Effective communication is hard when you’re face to face. When you’re remote, it can be even harder.
As the world adapts to remote work this year, many businesses have found themselves struggling to select and implement the right tools to keep processes running smoothly.
Fortunately, there are a range of high-quality communications technologies that can help to bridge the gap. When selected according to your business’s needs and implemented in ways that fit your workflows, these tools can help you to communicate and work more effectively than ever before – whether you’re in the office or at home.
But, to make effective remote communication a reality, you have to get the tools right.
To that end, let’s take a look at three popular remote work options: Zoom, Slack, and Teams. We’ll provide an overview of each tool’s functionality and examine its respective benefits and drawbacks so that you can chart the steps toward an ideal remote work solution for your business.
Ready? Let’s dive in.
You might not have heard of Zoom before 2020. You’re almost certainly familiar with it now. In the wake of the COVID-19 pandemic, this videoconferencing software’s brand became a universally recognized verb: This year, “Let’s Zoom to talk through that” is probably one of the most-uttered sentences in the professional world.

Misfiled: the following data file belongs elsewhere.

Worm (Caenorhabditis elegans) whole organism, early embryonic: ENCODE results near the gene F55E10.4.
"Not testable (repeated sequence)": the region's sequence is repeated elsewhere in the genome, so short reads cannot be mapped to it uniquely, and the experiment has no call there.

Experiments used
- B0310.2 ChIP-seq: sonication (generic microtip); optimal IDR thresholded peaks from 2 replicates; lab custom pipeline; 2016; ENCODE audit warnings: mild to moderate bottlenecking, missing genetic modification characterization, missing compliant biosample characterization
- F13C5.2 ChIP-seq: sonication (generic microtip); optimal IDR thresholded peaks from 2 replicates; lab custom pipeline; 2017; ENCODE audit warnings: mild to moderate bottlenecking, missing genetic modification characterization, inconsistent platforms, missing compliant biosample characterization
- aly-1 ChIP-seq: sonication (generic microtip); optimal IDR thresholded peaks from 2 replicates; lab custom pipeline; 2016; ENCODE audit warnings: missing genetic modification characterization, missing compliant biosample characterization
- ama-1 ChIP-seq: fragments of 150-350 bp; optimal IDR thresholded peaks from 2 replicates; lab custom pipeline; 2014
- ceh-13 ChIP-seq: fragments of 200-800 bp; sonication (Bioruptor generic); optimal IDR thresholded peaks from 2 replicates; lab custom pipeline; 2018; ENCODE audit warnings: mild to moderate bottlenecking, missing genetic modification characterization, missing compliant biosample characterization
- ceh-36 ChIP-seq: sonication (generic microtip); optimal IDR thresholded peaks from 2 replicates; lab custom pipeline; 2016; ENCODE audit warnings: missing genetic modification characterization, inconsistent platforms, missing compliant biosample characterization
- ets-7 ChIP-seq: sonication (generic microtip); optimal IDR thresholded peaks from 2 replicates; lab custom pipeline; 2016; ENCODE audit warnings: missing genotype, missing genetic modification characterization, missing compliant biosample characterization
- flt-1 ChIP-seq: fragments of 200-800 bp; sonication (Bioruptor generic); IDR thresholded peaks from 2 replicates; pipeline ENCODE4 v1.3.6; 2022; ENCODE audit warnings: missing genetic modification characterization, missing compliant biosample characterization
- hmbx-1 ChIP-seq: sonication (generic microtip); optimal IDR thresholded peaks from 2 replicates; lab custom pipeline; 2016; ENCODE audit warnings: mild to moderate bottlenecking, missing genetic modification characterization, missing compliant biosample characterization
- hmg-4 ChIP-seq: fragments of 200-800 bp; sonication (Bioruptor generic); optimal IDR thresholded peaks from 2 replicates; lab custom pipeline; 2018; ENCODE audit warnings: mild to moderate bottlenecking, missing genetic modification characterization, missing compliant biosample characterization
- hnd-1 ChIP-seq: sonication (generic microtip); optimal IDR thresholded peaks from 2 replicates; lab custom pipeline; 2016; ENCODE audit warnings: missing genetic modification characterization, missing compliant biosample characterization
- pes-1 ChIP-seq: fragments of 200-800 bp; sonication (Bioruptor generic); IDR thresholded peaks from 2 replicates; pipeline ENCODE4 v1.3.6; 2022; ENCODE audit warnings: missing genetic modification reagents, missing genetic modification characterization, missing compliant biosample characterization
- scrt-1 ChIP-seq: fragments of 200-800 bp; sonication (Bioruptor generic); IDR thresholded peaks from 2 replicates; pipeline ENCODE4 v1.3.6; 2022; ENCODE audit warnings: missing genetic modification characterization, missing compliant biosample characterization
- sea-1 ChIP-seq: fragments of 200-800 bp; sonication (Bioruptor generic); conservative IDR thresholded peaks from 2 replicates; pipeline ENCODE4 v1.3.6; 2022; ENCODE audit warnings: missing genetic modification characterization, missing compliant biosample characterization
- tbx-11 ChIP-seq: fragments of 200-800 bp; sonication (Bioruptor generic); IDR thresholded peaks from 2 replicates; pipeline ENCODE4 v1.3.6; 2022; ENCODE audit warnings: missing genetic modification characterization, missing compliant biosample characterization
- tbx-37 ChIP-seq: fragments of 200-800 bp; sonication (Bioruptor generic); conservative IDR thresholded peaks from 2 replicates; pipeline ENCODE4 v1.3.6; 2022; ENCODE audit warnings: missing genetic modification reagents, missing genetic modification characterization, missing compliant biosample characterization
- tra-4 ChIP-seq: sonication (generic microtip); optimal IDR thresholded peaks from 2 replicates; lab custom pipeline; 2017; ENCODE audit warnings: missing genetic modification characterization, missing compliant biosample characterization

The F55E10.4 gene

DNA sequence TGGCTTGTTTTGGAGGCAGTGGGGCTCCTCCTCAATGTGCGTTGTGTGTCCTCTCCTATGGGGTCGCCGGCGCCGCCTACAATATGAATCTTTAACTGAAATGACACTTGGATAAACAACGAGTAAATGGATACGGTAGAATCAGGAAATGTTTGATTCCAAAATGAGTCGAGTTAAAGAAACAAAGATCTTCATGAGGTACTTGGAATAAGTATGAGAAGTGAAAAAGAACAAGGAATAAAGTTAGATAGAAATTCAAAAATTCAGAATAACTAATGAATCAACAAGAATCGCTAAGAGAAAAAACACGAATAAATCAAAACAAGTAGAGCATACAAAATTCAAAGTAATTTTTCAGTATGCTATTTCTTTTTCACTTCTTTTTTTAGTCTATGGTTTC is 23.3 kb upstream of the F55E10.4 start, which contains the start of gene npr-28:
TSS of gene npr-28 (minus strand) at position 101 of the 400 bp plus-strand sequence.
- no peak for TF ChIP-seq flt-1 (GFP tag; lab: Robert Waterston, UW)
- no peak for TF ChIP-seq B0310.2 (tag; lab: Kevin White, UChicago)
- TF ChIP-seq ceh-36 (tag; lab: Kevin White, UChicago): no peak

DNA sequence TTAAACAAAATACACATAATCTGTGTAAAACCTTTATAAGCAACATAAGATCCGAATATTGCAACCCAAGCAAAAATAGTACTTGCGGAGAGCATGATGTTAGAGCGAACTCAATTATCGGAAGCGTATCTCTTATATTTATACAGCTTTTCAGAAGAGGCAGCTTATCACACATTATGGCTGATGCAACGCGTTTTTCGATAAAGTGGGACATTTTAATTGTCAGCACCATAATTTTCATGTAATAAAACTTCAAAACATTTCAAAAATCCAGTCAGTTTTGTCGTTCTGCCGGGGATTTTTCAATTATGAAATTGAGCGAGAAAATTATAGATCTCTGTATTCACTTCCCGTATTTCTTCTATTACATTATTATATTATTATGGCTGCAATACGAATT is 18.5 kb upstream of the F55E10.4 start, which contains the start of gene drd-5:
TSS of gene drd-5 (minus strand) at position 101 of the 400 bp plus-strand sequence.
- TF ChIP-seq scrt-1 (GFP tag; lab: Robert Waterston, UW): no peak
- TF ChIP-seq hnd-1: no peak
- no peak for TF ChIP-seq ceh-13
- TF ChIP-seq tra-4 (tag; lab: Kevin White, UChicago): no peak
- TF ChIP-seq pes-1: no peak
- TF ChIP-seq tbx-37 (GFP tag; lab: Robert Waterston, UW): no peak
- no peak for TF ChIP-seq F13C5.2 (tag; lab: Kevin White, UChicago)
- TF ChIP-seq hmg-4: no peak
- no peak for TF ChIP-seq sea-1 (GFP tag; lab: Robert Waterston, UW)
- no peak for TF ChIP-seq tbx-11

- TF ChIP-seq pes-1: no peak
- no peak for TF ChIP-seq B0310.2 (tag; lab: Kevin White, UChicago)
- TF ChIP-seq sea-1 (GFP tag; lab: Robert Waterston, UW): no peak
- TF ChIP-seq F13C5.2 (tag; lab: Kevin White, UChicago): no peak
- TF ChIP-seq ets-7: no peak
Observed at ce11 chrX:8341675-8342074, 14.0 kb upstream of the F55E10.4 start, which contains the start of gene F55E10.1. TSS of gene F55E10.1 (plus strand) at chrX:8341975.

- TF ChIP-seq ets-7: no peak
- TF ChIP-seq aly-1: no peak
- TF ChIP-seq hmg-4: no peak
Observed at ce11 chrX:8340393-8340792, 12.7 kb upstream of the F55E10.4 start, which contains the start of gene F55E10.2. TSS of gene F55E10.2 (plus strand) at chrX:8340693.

So, what exactly does Zoom offer from a business perspective – and is it a good fit for your team?
The Benefits of Zoom
The answer, of course, depends on your needs and goals. Zoom is popular for a few reasons: First, it’s free to download and use. That means there’s a low barrier to getting started, although if you want to commit to this tool for business communications, you’ll want to choose the paid version. The software is device and OS agnostic – for the most part, if you have a webcam on your device, you can use it to Zoom.
Second, it’s relatively lightweight while still being feature-rich. You can screenshare, record meetings, chat with up to 10,000 people, create breakout groups, and more. It comes with a host of integrations – you can sync it with your Google Calendar or start a call right from a Slack channel. And, on top of all that, it’s fairly intuitive. If you’re somewhat computer savvy, most of Zoom’s features aren’t too difficult to figure out (although they’re much harder to figure out when you’re working through them for the first time during a live presentation).
Third, Zoom offers a pretty good video experience. Lagging video and pixelated screens were constant issues during early 2010s Skype sessions; Zoom is better. It offers 720 HD video at only 1.0Mbps for group calls, meaning that, unless you’re having major internet issues, it tends to work fairly seamlessly.